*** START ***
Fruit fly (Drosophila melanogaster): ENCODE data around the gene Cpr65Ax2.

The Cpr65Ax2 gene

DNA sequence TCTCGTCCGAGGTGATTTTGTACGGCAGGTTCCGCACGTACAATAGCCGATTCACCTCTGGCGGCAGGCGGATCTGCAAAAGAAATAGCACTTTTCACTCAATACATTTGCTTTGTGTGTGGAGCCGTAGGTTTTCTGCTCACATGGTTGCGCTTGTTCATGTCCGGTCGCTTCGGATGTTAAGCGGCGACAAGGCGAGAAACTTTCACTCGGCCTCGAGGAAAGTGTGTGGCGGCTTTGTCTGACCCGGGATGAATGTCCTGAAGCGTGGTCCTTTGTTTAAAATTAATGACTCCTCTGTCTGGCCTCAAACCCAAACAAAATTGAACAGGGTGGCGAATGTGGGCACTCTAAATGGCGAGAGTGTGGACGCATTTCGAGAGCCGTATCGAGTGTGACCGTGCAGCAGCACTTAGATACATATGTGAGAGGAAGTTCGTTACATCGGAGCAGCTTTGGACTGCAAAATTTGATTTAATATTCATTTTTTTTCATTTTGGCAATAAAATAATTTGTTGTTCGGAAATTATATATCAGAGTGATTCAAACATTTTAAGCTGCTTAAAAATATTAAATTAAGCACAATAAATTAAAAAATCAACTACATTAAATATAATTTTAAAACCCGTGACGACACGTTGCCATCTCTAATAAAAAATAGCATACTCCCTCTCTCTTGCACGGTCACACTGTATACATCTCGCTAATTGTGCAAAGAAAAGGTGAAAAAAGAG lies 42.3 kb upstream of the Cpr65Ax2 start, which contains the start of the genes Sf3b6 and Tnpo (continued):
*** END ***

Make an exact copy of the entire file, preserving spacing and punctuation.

Fruit fly (Drosophila melanogaster): ENCODE data around the gene Cpr65Ax2.

The Cpr65Ax2 gene

DNA sequence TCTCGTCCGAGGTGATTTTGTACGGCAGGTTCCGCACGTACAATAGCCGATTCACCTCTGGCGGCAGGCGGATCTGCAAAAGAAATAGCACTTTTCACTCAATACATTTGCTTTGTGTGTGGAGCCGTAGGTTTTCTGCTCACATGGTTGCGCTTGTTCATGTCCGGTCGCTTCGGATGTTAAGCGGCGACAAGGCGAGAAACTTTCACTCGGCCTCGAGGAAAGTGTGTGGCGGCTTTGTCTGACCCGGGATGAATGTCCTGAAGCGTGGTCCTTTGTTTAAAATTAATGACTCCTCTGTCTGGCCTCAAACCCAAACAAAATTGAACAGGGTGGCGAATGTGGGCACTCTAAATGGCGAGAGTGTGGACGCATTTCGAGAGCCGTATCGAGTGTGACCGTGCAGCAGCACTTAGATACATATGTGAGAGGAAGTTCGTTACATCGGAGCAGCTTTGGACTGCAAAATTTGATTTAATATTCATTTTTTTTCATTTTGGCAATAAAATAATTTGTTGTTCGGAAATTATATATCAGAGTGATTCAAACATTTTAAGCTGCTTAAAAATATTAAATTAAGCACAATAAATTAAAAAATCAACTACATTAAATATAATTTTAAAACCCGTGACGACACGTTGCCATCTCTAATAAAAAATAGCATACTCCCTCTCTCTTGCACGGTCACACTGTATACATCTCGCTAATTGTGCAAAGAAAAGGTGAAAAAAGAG lies 42.3 kb upstream of the Cpr65Ax2 start, which contains the start of the genes Sf3b6 and Tnpo (continued):